The Dead Space series has provided some of the most terrifying and exciting moments of the current console generation – achieving blockbuster IP status after only two numbered installments. Spin-off experiments in handheld gaming and motion controls, Dead Space (Mobile) and Dead Space: Extraction, respectively helped build the series profile and made quality (albeit limited) additions to the franchise offerings.
Along with bigger sales numbers comes larger expectations and with the release of Dead Space 3 Electronic Arts and Visceral Games have upped the ante in nearly every way imaginable – crafting immense “open world” environments, significantly retooling the weapon system, and adding drop-in/drop-out co-op gameplay. Still, after Resident Evil 6 flubbed with a “bigger is better” approach, many survival horror fans are unsure of what to expect from the next battle between Isaac Clarke and the necromorph scourge.
Fortunately, the Dead Space 3 demo provides a clear idea of what’s to come – specifically the same trademark Dead Space amputation gameplay mixed with a few less successful additions (most notably cover-based shooting sections). That said, in spite of a few underwhelming evolutions to the series format, the demo should come as a relief to fans who were concerned that Electronic Arts is attempting to entirely undercut the survival horror experience in favor of mass-market action appeal.
You can check out a full 30 minute video walkthrough of the Dead Space 3 demo below (courtesy of Ve3tro) or continue reading our hands-on preview impressions below:
Ten seconds into a shootout with Unitology loyalists, it’s clear that long range gunfights in open arenas littered with stacked boxes is a stretch for the series. Worse yet, the available weapons in the demo don’t provide a lot of options for precision kills on distant enemies – a sharp failure when compared to the quality close-quarters fights that helped put the franchise on the map. In general, the firefights are familiar video game moments – tacked onto the unique and immersive Dead Space narrative and survival horror experience.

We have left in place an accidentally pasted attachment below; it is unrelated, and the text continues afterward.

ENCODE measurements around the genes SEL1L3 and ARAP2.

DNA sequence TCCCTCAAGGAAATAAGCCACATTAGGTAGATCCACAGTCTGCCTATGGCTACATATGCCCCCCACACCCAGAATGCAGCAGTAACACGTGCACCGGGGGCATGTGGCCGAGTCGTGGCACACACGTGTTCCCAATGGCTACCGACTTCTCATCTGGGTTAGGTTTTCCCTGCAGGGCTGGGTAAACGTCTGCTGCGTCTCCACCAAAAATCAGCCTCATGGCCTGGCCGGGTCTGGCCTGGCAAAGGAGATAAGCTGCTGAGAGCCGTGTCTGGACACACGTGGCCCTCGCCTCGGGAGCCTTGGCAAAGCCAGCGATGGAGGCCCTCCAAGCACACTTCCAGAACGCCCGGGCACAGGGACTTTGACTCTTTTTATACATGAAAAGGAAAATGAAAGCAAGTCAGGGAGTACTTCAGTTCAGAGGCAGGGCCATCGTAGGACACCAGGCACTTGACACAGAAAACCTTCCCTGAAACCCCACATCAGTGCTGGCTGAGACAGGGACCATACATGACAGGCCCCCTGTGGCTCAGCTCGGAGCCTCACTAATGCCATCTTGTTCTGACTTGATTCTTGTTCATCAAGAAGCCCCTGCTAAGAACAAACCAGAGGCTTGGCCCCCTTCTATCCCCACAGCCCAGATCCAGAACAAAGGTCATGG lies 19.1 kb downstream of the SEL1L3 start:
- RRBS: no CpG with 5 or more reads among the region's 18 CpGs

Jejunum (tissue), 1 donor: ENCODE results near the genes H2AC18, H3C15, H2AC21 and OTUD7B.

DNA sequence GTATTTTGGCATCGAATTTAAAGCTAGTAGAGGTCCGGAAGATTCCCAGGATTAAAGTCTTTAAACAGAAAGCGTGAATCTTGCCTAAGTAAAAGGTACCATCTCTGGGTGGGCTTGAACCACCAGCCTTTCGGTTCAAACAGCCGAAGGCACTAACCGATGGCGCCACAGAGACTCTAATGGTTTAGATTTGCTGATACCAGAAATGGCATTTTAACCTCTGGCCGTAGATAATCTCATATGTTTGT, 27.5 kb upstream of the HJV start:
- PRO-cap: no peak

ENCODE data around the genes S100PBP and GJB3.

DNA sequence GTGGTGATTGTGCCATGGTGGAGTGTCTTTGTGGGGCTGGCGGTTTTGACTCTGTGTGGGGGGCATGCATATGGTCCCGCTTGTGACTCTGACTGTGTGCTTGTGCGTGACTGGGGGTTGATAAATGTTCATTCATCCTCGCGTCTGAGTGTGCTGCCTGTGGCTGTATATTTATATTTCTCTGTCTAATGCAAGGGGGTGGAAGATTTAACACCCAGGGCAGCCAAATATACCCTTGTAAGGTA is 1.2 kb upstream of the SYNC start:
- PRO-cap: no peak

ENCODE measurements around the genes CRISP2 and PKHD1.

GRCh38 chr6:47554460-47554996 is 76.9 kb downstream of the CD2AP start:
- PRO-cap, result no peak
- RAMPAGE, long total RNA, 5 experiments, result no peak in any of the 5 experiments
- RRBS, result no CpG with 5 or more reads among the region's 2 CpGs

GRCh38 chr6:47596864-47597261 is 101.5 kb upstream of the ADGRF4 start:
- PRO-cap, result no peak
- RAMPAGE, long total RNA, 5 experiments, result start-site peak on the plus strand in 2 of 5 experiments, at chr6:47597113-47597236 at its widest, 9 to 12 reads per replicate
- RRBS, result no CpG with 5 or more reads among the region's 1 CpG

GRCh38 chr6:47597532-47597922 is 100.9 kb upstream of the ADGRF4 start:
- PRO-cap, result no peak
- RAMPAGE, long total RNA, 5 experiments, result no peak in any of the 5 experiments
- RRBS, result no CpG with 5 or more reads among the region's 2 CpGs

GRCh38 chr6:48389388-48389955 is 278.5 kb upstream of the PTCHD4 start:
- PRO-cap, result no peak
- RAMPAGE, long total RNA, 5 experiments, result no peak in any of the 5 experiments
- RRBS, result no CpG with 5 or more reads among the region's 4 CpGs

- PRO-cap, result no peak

That said, the cover-based shooter segments do up the quality of action – since, at least in the demo, there’s an interesting chaos created when Unitology agents have to break-off from shooting the player in order to fight-back a necromorph outbreak. Gameplay is made even more intense by more prominent use of the “Divider” necromorph mutation – specifically disembodied heads that can skitter across the battlefield and take control of downed Unitologists. In spite of some overly-familiar “gamey” set-ups, the rapidly shifting dynamics of these battlefield sequences successfully create new and terrifying challenges for the player.
Of course, these hectic actions moments are somewhat subdued in the optional co-op mode. Co-op is a fun addition to the format and will no doubt extend replay value but it undermines many of the scares and spooky moments, at least in the demo, since players can revive and cover their partner. As promised by Visceral Games, development of the co-op mode hasn’t negatively impacted the single player experience – since gamers who elect to face the necromorphs alone will not be partnered with the player two character, John Carver, for much of the campaign. Carver is present in certain sequences but does not accompany Clarke moment to moment.
The trial chapter also provides insight into how the single player story changes when playing in co-op but, at this point, it’s unclear whether or not these relatively small alterations will entice many Dead Space 3 players to fight necromorphs with a parter. If there’s one thing to be learned by the co-op mode demo, it’s that fans of the series should probably play through Dead Space 3 in single player first – it is definitely scarier and offers a greater challenge. Afterwards, if they want to spend more time with the game, there’s no harm in recruiting a friend for harmless co-op fun.
The last Dead Space 3 demo feature is a crafting mode that allows players to test out the new weapon customization options. Essentially, players now have the ability to find different mods for their weapons throughout the game – instead of simply finding a complete gun itself. This allows gamers to build hundreds of unique weapons – such as a plasma cutter that, instead of a rotated alternate fire option, shoots a flamethrower burst instead.
The new options are overwhelming in the demo but it’s easy to see how much fun customizing weapons will be in the main game – not to mention how useful it’ll be to craft an arsenal that is uniquely suited to the player’s necromorph killing style.
At this point, there’s reason to be optimistic that Dead Space 3 gets enough right to counteract any missteps. Based on the demo, Visceral Games is walking a risky line with the series – in danger of straying too far into underwhelming and generic action-shooter experience (we’re looking at you Resident Evil 6). However, overall, the demo also includes enough core Dead Space 3 horror and fresh ideas to keep us excited for the full retail release.
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Dead Space 3 releases on February 5 for Xbox 360, PlayStation 3 and PC.